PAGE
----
Milla Jovovich is in advanced negotiations to star in the film adaptation of George R.R. Martin’s In the Lost Lands, according to Deadline.
After HBO’s groundbreaking success with the author’s Game of Thrones, it was only a matter of time before the work of prolific Martin landed on the big screen. Myriad Pictures has chosen German writer/director Constantin Werner to adapt the three interwoven female-centric tales that comprise the In the Lost Lands short story.
If she signs on, the Resident Evil actress will star as Gray Alys, a sorceress from the first tale that’s hired to brave a wasteland (The Lost Lands) in search of the power to shape-shift, an ability which comes at a terrible cost (naturally). The second thread in the interwoven story is of the warrior Sharra, who must battle the dragon gatekeeper of seven worlds to reunite with her lost love. The third and final journey is set in the future and tells of Bitterblooms, a barbarian spellbound by a lonely witch in Space.
No word yet on who will play the second two characters, Sharra and Bitterblooms, but, honestly — they had me at shape-shifting sorceress.
In the Lost Lands was published as part of Amazons II, the short-story fantasy anthology centering around female protagonists. With 12 contributions mostly by female authors, Amazons II, published by DAW in 1982, is long out of print. Of Martin’s In the Lost lands short story, Amazon reviewer J. Higgins wrote that it “sees Gray Alys the warrior-witch embark on a disquieting journey to the Lost Lands. The story’s bleak setting, violent tone, and carefully worded prose, make it another of the anthology’s superior entries.”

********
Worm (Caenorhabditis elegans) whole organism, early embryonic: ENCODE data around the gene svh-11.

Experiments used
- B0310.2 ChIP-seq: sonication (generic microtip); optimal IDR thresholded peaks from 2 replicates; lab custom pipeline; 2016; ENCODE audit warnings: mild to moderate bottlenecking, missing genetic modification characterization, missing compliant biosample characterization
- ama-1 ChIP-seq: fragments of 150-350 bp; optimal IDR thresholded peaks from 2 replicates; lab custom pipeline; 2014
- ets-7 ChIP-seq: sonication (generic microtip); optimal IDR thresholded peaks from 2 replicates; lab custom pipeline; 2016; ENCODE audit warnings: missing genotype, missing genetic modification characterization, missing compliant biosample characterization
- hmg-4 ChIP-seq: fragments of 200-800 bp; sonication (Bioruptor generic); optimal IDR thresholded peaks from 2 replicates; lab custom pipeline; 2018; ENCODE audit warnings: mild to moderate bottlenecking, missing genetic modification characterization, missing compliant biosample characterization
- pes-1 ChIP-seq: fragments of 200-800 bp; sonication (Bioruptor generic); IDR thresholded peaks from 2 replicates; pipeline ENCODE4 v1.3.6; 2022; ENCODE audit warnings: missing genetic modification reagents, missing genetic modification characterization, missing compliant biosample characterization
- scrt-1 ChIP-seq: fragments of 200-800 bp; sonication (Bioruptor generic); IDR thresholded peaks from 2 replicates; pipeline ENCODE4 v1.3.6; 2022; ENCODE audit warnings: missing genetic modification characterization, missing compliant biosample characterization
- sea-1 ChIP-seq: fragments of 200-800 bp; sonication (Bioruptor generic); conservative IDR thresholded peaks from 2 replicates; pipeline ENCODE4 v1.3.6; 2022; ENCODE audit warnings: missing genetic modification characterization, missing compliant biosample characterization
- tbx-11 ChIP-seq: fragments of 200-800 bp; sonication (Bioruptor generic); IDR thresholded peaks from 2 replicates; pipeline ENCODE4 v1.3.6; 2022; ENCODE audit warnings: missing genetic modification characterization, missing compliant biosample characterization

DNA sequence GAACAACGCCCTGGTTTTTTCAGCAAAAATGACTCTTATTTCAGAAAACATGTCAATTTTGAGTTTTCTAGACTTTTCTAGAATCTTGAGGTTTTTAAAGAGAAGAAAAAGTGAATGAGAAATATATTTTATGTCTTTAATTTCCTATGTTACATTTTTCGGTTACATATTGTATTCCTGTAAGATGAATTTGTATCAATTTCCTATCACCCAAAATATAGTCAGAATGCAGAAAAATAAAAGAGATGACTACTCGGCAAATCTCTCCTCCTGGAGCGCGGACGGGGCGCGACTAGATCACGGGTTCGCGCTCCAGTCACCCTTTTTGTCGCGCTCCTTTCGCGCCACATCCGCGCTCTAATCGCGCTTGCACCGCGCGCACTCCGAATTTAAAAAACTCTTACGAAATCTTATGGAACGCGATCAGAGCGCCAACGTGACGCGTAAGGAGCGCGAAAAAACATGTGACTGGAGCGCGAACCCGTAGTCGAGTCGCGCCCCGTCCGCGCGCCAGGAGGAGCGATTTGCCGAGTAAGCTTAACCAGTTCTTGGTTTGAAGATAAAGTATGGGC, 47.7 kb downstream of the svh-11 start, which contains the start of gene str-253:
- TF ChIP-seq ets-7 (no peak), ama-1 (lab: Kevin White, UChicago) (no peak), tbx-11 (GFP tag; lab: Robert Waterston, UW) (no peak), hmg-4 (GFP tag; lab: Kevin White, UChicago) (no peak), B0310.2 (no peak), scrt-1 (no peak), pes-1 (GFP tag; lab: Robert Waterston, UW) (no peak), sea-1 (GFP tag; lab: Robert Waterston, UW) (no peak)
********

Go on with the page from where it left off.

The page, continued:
Martin is known for writing multidimensional female characters who transcend genre tropes. It’d be nice to see Jovovich embody such a character, or at the very least play a character with a decent story again. Her performance as Lilu, the unforgettable orange-haired world-saving being in Luc Besson’s The Fifth Element, was all charm, raw emotion, and intense action. If Jovovich can bring that level of performance to a Martin character…well, it just might be wonderful.